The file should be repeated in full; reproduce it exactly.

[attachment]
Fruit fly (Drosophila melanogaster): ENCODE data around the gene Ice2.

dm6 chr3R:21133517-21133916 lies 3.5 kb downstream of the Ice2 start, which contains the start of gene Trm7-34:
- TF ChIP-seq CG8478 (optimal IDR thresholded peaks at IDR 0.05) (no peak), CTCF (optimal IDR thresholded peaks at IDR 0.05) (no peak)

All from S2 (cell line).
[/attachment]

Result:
Fruit fly (Drosophila melanogaster): ENCODE data around the gene Ice2.

dm6 chr3R:21133517-21133916 lies 3.5 kb downstream of the Ice2 start, which contains the start of gene Trm7-34:
- TF ChIP-seq CG8478 (optimal IDR thresholded peaks at IDR 0.05) (no peak), CTCF (optimal IDR thresholded peaks at IDR 0.05) (no peak)

All from S2 (cell line).